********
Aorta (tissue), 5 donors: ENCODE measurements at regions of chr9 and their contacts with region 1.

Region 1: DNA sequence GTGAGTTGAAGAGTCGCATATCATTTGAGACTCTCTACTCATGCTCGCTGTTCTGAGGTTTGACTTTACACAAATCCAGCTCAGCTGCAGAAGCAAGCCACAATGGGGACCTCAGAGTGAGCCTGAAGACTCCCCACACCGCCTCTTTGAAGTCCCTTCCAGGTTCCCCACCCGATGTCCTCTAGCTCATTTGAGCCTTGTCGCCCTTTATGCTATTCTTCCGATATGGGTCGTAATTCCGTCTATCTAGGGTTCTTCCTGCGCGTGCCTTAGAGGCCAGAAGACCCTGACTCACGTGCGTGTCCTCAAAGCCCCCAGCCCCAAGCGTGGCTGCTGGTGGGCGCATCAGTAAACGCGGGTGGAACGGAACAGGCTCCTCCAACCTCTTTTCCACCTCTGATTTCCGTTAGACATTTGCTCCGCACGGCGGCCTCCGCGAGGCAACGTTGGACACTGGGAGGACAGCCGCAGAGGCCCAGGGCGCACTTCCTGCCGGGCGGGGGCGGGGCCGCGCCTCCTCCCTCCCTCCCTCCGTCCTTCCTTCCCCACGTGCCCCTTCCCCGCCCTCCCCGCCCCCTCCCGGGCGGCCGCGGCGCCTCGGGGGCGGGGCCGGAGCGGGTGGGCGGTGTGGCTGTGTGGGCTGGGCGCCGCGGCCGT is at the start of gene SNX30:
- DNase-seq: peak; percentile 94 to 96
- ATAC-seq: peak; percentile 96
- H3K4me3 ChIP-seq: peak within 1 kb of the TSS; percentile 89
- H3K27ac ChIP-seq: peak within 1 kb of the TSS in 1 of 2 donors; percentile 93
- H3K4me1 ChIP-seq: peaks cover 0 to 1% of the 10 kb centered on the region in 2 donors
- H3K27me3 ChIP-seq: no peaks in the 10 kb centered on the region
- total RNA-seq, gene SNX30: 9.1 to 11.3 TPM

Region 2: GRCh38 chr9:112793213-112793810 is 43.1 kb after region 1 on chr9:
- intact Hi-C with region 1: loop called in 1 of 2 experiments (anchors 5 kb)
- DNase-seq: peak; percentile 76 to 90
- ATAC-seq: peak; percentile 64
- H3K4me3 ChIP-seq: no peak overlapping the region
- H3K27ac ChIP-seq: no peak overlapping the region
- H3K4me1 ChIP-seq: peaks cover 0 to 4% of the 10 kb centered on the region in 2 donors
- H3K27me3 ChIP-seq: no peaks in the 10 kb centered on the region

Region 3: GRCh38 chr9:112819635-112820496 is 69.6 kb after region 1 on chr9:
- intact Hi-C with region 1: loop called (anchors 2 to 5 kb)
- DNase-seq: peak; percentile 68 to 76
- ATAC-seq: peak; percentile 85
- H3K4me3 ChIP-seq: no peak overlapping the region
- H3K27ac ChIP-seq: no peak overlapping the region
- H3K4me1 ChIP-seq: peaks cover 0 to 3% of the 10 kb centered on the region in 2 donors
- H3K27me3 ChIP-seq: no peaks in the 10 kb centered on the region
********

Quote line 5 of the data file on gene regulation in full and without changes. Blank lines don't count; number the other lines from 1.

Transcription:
- H3K4me3 ChIP-seq: peak within 1 kb of the TSS; percentile 89